Delegate Name: Emilio Hernandez
As the global populace grows increasingly vulnerable to horrific atrocities, both in times of war and of alleged peace, Argentina believes it is time to reassess the definition of such crimes in the eyes of international law, most notably genocide. Of course, an understanding of the word’s meaning has been commonly held since it was first coined in 1944 by Raphäel Lemkin, a response to the events of the Holocaust. In legal terms, it was officially recognized as a crime in 1946 by the United Nations General Assembly and codified two years later in the Convention on the Prevention and Punishment of the Crime of Genocide, colloquially known as the Genocide Convention. Under this accord, genocide is defined through various listed acts performed “with intent to destroy, in whole or in part, a national, ethnical, racial or religious group.” Over 150 independent states have since ratified the Convention.
The Argentine Republic does unfortunately have experience with genocide, specifically in regards to the Dirty War and the dictatorship that had control over the country at the time. Political dissidents of the far-right Argentine Anticommunist Alliance were heavily persecuted, with as many as 30,000 people killed or disappeared. It must be made completely clear, however, that democracy has been restored in Argentina and the leaders of the fascist regime have been internally prosecuted for their transgressions. Despite various officials directly involved in the homicidal acts of the Dirty War being granted amnesty around 1986, the government reopened the case in 2003 and came to indict many such agents, specifically citing genocide as one of their crimes; 29 of these cases have resulted in life sentences in prison. This effort to bring closure to this terrible chapter in the nation’s history continues to this day.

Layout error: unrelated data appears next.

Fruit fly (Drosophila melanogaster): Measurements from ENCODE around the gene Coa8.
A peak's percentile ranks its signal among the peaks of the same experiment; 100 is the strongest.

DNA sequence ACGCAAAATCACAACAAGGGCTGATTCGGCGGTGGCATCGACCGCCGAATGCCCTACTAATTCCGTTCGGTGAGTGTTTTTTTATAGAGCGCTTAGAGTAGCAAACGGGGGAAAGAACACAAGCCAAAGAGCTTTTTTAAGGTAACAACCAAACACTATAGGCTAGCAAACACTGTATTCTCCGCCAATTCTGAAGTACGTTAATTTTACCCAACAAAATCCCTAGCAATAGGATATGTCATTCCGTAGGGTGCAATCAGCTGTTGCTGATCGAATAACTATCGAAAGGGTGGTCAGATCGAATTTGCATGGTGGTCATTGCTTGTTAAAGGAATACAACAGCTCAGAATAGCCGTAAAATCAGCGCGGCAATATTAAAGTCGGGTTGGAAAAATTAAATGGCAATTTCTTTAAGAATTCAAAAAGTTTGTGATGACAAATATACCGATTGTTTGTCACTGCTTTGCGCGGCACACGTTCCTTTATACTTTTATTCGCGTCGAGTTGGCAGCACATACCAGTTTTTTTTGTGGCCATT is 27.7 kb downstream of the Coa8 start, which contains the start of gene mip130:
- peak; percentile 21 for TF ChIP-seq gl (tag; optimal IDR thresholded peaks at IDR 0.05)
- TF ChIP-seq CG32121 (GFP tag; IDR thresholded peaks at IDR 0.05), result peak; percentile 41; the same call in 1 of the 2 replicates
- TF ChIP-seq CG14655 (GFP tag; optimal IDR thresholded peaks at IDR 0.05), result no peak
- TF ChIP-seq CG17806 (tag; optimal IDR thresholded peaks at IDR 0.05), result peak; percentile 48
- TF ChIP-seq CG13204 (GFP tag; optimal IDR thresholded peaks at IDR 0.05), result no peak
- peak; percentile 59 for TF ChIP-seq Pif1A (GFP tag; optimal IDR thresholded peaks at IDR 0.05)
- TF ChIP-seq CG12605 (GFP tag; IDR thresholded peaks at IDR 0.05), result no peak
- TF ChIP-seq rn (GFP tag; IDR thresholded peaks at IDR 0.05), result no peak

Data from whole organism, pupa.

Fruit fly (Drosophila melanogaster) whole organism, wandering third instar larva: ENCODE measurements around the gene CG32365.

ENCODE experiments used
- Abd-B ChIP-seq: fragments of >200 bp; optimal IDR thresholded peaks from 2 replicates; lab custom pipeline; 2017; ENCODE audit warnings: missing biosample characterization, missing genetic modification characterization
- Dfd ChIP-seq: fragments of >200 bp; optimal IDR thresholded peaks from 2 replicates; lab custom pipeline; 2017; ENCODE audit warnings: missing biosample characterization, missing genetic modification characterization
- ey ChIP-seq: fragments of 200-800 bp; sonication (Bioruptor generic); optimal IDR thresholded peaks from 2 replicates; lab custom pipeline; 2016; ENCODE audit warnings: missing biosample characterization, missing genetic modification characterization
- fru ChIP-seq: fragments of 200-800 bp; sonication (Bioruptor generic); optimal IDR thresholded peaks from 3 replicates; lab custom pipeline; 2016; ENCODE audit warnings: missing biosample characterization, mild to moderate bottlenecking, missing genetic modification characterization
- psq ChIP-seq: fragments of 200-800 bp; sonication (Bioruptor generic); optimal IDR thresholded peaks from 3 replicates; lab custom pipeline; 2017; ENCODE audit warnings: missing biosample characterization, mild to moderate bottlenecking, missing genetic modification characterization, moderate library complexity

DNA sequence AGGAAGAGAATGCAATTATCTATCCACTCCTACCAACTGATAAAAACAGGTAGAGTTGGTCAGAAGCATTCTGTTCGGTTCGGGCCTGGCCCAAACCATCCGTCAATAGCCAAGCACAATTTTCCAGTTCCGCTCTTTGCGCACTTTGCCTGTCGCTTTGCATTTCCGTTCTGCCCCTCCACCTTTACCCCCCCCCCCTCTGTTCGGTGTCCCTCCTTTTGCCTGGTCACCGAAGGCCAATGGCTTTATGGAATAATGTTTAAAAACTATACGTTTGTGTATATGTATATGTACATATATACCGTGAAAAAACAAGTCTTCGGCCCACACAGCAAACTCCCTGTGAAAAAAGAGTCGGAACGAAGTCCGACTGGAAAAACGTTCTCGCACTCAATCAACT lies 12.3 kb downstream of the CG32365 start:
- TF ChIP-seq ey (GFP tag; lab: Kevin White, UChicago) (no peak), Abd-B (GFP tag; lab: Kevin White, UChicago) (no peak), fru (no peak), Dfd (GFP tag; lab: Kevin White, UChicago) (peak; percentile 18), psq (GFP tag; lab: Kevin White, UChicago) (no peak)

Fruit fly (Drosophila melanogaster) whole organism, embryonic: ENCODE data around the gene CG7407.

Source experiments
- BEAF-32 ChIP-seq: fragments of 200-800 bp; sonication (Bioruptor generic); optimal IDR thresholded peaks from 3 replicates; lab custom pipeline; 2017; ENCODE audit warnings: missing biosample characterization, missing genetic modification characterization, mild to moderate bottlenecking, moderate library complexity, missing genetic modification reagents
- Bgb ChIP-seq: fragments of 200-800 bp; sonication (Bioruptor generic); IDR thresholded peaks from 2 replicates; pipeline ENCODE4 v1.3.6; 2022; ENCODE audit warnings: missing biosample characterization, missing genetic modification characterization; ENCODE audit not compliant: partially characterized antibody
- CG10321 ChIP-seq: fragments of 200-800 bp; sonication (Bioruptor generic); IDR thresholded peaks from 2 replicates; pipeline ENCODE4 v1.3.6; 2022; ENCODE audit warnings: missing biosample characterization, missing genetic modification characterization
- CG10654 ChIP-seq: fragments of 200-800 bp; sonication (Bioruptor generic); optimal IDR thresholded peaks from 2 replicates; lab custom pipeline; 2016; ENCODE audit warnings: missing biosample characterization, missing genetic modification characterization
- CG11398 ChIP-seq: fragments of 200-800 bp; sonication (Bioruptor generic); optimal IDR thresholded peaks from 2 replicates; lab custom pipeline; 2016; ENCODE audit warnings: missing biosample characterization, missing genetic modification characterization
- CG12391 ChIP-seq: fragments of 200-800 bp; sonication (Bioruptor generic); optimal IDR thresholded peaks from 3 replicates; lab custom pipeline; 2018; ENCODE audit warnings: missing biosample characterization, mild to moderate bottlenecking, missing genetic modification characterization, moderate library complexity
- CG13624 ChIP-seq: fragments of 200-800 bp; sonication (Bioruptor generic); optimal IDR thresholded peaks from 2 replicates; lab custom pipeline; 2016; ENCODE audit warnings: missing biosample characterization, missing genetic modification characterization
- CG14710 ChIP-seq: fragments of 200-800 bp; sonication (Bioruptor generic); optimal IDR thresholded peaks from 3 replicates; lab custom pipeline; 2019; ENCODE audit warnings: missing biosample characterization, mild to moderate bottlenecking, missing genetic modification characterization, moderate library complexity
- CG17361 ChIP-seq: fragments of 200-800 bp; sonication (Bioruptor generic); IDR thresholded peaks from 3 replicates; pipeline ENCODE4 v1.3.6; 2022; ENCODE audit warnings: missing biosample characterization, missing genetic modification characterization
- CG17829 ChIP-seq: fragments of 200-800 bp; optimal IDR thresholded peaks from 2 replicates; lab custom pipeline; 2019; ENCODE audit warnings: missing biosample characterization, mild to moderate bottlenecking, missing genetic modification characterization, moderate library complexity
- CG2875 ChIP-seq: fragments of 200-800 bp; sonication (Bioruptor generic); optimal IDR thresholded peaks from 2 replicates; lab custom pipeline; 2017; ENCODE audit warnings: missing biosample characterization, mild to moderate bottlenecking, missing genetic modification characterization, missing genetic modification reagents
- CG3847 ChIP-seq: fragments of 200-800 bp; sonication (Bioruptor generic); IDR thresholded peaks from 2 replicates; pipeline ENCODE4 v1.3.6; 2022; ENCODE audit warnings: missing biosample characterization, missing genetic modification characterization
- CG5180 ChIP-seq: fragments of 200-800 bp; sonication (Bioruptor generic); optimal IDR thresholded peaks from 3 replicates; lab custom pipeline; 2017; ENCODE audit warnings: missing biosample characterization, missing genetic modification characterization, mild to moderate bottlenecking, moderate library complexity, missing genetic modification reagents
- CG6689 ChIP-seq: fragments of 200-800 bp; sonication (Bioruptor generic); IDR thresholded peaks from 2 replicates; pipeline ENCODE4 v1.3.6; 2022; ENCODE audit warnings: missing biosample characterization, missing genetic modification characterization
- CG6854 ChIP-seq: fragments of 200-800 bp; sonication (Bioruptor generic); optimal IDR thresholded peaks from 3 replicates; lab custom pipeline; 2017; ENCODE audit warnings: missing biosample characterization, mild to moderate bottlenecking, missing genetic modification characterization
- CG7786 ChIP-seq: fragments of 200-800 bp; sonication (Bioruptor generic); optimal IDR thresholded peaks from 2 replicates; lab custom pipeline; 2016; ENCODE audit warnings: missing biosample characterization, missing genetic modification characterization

Under the 1998 Rome Statute, the International Criminal Court (ICC) is given authority over cases of “atrocity crimes,” which indeed include genocide as defined by the aforementioned Genocide Convention. Thus, a proper understanding of this definition is necessary to distinguish it from other acts that may fall under the ICC’s jurisdiction. The Argentine Republic has already ratified both the Genocide Convention and the Rome Statute, as it respects the value of the Court and sees no issue with the way it has carried out its duties so far.
Nevertheless, Argentina must request one change to the definition of genocide presently held by the United Nations: the need to specify ideological oppression as a potential expression of it. As it now stands, the list of possible victims of genocide extend only to groups of a given nationality, ethnicity, race or religion, which then excludes those who have suffered (or may in the future suffer) greatly at the hands of malicious governing bodies that illegally suppress their right to voice political stances. The innate freedom of opinion and expression is one that the UN has upheld since its inception, and a military administration attempting to take away that right should be taken as nothing short of an offense equivalent to genocide, particularly so when it employs mass murder to accomplish this goal. Under this belief, the government of Argentina has already set a precedent in prosecuting members of tyrannical regimes guilty of this form of genocide. In short, though the definition of genocide established in 1948 has been regarded as sufficient in years past, Argentina is of the opinion that this committee must consider modifying it to include targeted attacks against political groups, in order to ensure justice and protection for victims of such cases.